At age 41, Tom Brady outlasted Patrick Mahomes in an all-out war for the AFC Championship — a win that should be considered one of the best of his career.
Tom Brady has been doing this for a very long time.
Ever since becoming the starting quarterback for the New England Patriots way back in 2001 at the age of 24, Brady has made a Hall of Fame career out of fourth quarter comebacks and clutch postseason victories. The result, to this point, has been five Super Bowl championships … with possibly more to come.
Now at age 41, not much has changed for Brady. In what might go down as the greatest AFC Championship Game of all time, he once again brought the Patriots back in the closing minutes of the fourth quarter, and then led them to victory in overtime against the Kansas City Chiefs, 37-31, to punch their ticket to Super Bowl LIII — Brady’s ninth appearance in the Big Game.
Throughout Brady’s illustrious 19-year career, he’s had so many incredible wins in this league that it’s hard to keep count. But Sunday’s win in the AFC title game, at the very least, is right up near the top of that list.
Playing on the road at Arrowhead Stadium against a Kansas City team that, on paper, was far better than New England, this wasn’t a game Brady should’ve won. Many folks thought it should’ve been the unofficial “passing of the torch” game for young Chiefs quarterback Patrick Mahomes, who is likely to be the MVP of the National Football League this year.
But in this all-out war against the 23-year-old — a game in which Mahomes brought the Chiefs back from a 14-0 halftime deficit, and then repeatedly again in the fourth quarter — Brady just adamantly refused to pass the torch. No matter how many times Mahomes clawed the Chiefs back, Brady didn’t waver.
No drive was more impressive than New England’s opening possession of the overtime period, when Brady converted on third-and-10 not once, not twice, but THREE times to set up Rex Burkhead for the game-winning touchdown. This was the ultimate test of who had the most guts, and as per usual, Brady rose to the occasion once again.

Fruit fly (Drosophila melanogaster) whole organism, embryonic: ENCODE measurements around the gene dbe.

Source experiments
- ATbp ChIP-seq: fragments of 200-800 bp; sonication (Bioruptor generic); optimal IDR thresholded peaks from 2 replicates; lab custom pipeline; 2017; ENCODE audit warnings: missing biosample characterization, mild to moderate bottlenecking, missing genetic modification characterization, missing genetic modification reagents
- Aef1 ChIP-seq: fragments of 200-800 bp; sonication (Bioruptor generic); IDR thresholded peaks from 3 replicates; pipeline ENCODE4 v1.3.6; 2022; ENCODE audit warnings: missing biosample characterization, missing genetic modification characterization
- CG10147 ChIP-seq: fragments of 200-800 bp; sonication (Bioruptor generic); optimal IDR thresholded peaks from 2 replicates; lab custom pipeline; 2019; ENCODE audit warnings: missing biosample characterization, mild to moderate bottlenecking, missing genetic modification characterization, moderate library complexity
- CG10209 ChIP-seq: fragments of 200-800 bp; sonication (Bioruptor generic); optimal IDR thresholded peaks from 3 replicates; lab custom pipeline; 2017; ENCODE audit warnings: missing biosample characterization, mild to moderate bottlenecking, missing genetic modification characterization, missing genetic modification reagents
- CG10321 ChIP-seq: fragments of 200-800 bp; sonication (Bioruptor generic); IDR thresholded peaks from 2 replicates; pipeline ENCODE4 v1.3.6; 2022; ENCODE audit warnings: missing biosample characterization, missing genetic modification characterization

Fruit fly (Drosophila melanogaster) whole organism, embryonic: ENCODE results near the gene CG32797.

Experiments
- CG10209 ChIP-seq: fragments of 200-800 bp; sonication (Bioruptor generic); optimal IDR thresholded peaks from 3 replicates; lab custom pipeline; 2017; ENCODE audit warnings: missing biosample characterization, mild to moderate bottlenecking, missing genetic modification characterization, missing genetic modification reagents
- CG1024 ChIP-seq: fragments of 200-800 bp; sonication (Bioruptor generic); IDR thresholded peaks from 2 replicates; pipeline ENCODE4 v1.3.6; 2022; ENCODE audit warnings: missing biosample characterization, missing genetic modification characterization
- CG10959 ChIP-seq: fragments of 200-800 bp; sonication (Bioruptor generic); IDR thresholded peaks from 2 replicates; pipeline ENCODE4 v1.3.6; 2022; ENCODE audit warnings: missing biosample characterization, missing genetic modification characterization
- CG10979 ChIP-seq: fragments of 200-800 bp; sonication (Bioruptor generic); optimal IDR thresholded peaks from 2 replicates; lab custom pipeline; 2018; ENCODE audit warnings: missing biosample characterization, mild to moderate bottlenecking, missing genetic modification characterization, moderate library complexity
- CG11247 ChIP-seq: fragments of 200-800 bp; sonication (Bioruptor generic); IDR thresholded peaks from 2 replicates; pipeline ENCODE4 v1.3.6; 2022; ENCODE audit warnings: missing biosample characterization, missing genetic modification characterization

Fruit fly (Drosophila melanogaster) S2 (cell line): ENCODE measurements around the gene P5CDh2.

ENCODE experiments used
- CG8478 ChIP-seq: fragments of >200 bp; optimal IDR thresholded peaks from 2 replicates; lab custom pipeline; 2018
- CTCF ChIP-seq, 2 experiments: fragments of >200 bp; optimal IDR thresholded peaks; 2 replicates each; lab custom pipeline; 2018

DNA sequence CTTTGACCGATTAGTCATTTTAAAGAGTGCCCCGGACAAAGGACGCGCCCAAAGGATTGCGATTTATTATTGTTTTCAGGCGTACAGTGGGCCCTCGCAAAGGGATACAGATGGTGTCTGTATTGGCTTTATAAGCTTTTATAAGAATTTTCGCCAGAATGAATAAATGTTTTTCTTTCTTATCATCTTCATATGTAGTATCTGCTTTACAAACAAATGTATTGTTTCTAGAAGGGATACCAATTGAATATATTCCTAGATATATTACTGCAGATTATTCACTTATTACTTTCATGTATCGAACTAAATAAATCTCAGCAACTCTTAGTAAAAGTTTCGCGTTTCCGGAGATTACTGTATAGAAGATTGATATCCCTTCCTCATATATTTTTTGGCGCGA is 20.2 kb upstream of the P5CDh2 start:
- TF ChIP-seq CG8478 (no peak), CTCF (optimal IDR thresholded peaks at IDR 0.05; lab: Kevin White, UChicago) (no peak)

The guts Brady displayed on Sunday night resembled what we saw from him two years ago in Super Bowl LI, when the Patriots roared back from a 28-3 deficit to beat the Atlanta Falcons. That game, to this day, probably remains Brady’s most impressive victory. It’s difficult to match something like that from a drama standpoint.
But New England’s win over Kansas City has to rank in Brady’s top two or three most impressive wins of his career. He threw for 348 yards, including a touchdown pass, while helping the Patriots grind out their toughest win of the season.
At an age when he should be well into retirement, he once again maintained his firm grip on the AFC’s throne, despite all of the signs that it was time for Mahomes and the Chiefs to officially take over that spotlight.
It just goes to show that no matter how old he gets, and no matter how many obstacles get thrown in his direction, you can never, ever bet against Brady. He simply refuses to die.